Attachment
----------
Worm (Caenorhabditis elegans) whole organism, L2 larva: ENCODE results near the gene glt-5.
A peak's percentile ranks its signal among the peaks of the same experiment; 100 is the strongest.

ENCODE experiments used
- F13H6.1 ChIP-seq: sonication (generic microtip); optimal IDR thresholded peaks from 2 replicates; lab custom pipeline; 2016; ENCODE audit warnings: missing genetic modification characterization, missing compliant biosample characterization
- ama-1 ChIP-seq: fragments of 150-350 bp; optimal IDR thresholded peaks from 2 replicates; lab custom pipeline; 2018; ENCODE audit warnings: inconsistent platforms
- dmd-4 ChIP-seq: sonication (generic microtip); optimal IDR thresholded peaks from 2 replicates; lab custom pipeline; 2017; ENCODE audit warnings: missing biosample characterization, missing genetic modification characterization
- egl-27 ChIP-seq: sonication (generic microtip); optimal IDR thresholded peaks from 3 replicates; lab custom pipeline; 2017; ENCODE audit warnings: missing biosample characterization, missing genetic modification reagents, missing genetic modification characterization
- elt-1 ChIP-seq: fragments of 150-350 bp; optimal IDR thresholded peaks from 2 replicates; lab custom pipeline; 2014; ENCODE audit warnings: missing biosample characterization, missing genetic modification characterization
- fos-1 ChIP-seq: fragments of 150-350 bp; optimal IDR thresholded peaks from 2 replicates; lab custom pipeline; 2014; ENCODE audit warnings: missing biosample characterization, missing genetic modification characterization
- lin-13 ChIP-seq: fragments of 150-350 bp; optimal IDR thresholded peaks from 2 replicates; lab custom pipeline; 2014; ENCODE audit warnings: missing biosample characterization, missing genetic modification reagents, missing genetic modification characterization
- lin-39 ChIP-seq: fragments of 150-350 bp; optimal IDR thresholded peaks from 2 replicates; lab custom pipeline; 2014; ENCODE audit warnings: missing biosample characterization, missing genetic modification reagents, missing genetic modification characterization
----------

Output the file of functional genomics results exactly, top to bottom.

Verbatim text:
Worm (Caenorhabditis elegans) whole organism, L2 larva: ENCODE results near the gene glt-5.
A peak's percentile ranks its signal among the peaks of the same experiment; 100 is the strongest.

ENCODE experiments used
- F13H6.1 ChIP-seq: sonication (generic microtip); optimal IDR thresholded peaks from 2 replicates; lab custom pipeline; 2016; ENCODE audit warnings: missing genetic modification characterization, missing compliant biosample characterization
- ama-1 ChIP-seq: fragments of 150-350 bp; optimal IDR thresholded peaks from 2 replicates; lab custom pipeline; 2018; ENCODE audit warnings: inconsistent platforms
- dmd-4 ChIP-seq: sonication (generic microtip); optimal IDR thresholded peaks from 2 replicates; lab custom pipeline; 2017; ENCODE audit warnings: missing biosample characterization, missing genetic modification characterization
- egl-27 ChIP-seq: sonication (generic microtip); optimal IDR thresholded peaks from 3 replicates; lab custom pipeline; 2017; ENCODE audit warnings: missing biosample characterization, missing genetic modification reagents, missing genetic modification characterization
- elt-1 ChIP-seq: fragments of 150-350 bp; optimal IDR thresholded peaks from 2 replicates; lab custom pipeline; 2014; ENCODE audit warnings: missing biosample characterization, missing genetic modification characterization
- fos-1 ChIP-seq: fragments of 150-350 bp; optimal IDR thresholded peaks from 2 replicates; lab custom pipeline; 2014; ENCODE audit warnings: missing biosample characterization, missing genetic modification characterization
- lin-13 ChIP-seq: fragments of 150-350 bp; optimal IDR thresholded peaks from 2 replicates; lab custom pipeline; 2014; ENCODE audit warnings: missing biosample characterization, missing genetic modification reagents, missing genetic modification characterization
- lin-39 ChIP-seq: fragments of 150-350 bp; optimal IDR thresholded peaks from 2 replicates; lab custom pipeline; 2014; ENCODE audit warnings: missing biosample characterization, missing genetic modification reagents, missing genetic modification characterization